Monday, November 22, 2010


Landon has landed in Antarctica! I'm relieved and really excited for him. It's been about 6 days since he left, and his adventure is finally properly getting started. Since I've never been there, I'll let him tell you about it:

Its been a crazy day and I'm pretty bushed. Clement and I both woke up around ten to six this morning . The shuttle to take us to the airport got there at six-thirty, and about eight of us from the Devon Bed and Breakfast all piled in and headed to the airport. Once we got into the CDC (that's the acronym for the USAP travel offices) we had to arrange our bags quick (I had two checked bags, one carry-on bag and one "boomerang bag" in case we had to turn back to Christchurch).
I pulled on my gigantic FDX boots and my sweet Carrhart snow pants, and then got in line to be checked in for the flight. After the New Zealand folks had cleared us, we wandered over to the Antarctic Centre for a bit of breakfast, and then went back to the CDC briefing room for a quick safety meeting before we took off.

The plane was AWESOME. It was a huge C-17, which is, I believe, the second largest cargo transport the U.S. Air Force has. 

Two thirds of the plane were filled with palettes of cargo bound for Antarctica, and the other third of it was filled with people. I think there were about fifty of us total. There were fold down seats along the side of the aircraft, and then they had two . . . basically large metal palettes clamped onto the floor, with twenty airliner seats on each palette.
 It was really cool to hear the huge engines thrum to life . . . they were incredibly loud, and I was grateful for the ear plugs they'd handed out when we were checked through. There were only two tiny windows in the whole plane, which made for an interesting flight. I read and slept the whole time, and the flight went really quick. It was interesting because without any windows, it was impossible to judge from my seat how high we were, so the actual landing process seemed to take forever.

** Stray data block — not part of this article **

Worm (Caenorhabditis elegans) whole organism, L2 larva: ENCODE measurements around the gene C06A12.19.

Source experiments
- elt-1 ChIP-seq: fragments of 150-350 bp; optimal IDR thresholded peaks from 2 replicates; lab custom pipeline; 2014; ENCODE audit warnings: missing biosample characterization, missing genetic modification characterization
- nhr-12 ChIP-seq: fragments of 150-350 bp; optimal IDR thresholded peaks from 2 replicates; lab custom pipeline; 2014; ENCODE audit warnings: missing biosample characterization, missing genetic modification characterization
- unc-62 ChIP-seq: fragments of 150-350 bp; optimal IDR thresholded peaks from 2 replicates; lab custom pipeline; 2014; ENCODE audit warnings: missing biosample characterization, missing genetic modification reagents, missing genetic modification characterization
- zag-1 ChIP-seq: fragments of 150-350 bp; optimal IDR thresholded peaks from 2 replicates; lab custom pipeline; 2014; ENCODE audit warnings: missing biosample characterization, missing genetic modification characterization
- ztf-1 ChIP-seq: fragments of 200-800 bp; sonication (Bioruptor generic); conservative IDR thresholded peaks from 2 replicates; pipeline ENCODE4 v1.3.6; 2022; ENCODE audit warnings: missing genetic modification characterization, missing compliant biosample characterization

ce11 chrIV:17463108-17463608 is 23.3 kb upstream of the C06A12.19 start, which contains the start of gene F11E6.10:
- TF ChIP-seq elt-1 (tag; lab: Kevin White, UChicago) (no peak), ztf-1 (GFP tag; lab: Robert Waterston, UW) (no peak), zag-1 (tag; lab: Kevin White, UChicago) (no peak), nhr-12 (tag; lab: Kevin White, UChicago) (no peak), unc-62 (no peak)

Roughly an hour before we landed I got up and peeked through one of the windows and saw nothing but flat sea ice in all directions. Then, about a half hour later, I looked again, and there were huge mountains covered in ice and snow, surrounded by flat, ice-covered sea. Very impressive and very desolate.

 Right after that they let anyone who wanted to climb up into the flight cabin. So of course I did. And that was really, really cool. The Air National Guard guys were all really cool, and they answered a bunch of my nerdy questions. The cockpit had quite a few windows and it gave this amazing view of Antarctica on all sides.
We landed around 3 or 4, I think (I didn't have my watch out), out on the sea ice. I guess the ice is getting pretty thin and in a few weeks they'll close down the sea runway and have an icebreaker come through and smash a path into the docks, so I felt pretty lucky that we got the whole sea-landing experience. Coming straight off the plane we could see Mt. Erebus in the distance, its top letting off a trail of smoke and steam, and to our right we could see McMurdo station. 
They had a big bus called "Ivan the Terra-bus" with huge tires almost taller than I am waiting for us, so we all squeezed into it and drove up to McMurdo Station, which is built on a long slope that runs down from some basalt hills to the sea. I was surprised at how large the station is . . . easily as big looking as St. Anthony, it seems like. Maybe not, but anyways, it caught me off guard how large it is.